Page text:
Wow, three drink holidays in a row! I don’t think we’ve ever had that before! So far, we’ve drank ourselves silly on beer on Friday; sobered ourselves up with some strong coffee on Saturday…and today is your choice: enjoy a sweet autumn treat, or get trashed all over again! It’s National Hot Mulled Cider Day, which can be quite a few things. The direct definition of cider is that it’s an alcoholic beverage made from fruit juice, typically apple, which is fermented at low temperatures to keep the distinct fruity aroma of the juice. A hot mulled cider, then, is a cider that has been given three months to fully ferment, then spiced with mulling spices like cloves and cinnamon, and heated to make a wonderful fall drink–perfect for the kind of fall weather we’ve been having! When I studied abroad in London, I discovered my favorite alcoholic drink over there–hard cider! It had less alcoholic content than beer or wine, and they served it carbonated there, so it was like drinking a slightly boozy fruit soda. YUM. And the Brits definitely know how to drink over there: they sold cider in 2 (or even 3!) liter bottles right in the grocery store, sometimes for cheaper than actual Coca-Cola. I have yet to find an American equivalent that’s as cheap and delicious as British cider.

But that’s because here in America, “cider” doesn’t necessarily mean an alcoholic beverage. It could simply mean the spiced apple juice, processed in the way you would make hard cider, but without the fermentation and booziness. Apple cider differs from apple juice in that, after the apples are pressed to squeeze out their juices, it’s unfiltered and unsweetned, unlike the clarified, pasteurized apple juice you see in Mott’s juice boxes. So, apple cider tastes more natural, and can be made directly by apple farmers, or even by those at home! (Granted that you have something to squeeze all those apples with!) And hot apple cider is prepared just the same as hard cider–the cider is heated to just below boiling with a mixture of autumn spices blended in. It may not have the kick of a hard hot mulled cider, but to me, mulled apple cider–especially when purchased at the Union Square Greenmarket and sipped while fall veggie shopping–just screams autumn to me. You can always get your hot mulled cider fix right at the Greenmarket, but if you want to go all-out for your cider, try Recipe on the Upper West Side. They make their apple cider fresh and seasonally, so you know the apples are the best New York State has to offer. The hot mulled cider can either be virginal for a nostalgia kick, or with a shot of Jack Daniels added to the mix for a different kind of kick entirely. Recipe has a full brunch menu this morning and a great dinner menu that includes duck confit hash, short ribs, and pan-seared sea bass, so whether you stop here at the start of your day or your end, they’ll have the meal–and the hot mulled cider–for you.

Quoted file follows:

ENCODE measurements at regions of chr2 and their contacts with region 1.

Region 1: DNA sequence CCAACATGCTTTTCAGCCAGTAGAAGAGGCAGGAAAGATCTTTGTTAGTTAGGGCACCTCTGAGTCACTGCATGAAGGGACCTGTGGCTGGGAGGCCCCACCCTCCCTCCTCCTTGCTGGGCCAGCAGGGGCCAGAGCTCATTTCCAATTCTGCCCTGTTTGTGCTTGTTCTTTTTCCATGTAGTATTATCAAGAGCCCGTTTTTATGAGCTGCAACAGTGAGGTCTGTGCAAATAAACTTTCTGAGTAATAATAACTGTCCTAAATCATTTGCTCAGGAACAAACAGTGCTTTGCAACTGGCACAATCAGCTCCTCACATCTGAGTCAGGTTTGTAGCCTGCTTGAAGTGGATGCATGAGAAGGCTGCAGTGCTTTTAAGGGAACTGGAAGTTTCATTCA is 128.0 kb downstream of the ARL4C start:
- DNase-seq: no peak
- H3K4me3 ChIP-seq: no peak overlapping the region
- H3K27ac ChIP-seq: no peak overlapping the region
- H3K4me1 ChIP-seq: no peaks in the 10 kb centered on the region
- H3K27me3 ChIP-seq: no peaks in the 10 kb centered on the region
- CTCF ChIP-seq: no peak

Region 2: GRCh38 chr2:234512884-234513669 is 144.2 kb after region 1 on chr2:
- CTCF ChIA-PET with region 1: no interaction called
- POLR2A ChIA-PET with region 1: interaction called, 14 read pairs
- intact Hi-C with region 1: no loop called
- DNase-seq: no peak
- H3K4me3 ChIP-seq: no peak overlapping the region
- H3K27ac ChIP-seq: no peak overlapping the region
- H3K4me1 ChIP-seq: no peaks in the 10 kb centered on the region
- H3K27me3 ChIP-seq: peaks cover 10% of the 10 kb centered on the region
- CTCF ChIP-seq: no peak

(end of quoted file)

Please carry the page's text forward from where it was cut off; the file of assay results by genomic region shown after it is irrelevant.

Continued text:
452 Amsterdam Ave (between 81st St & 82nd St)

Some reviews from

“On a rainy, chilly evening, Recipe’s Big Apple Hot Mulled Cider with a healthy splash of Jack Daniels is like getting a big hug from Santa Claus.”–Ida C.

“What really made my morning, however, was the mulled apple cider. I got the “virgin” version, which was simply spiked with an orange slice, cinnamon stick and cloves, but I bet it would be fantastic with a little liquor added in.”–Erin L.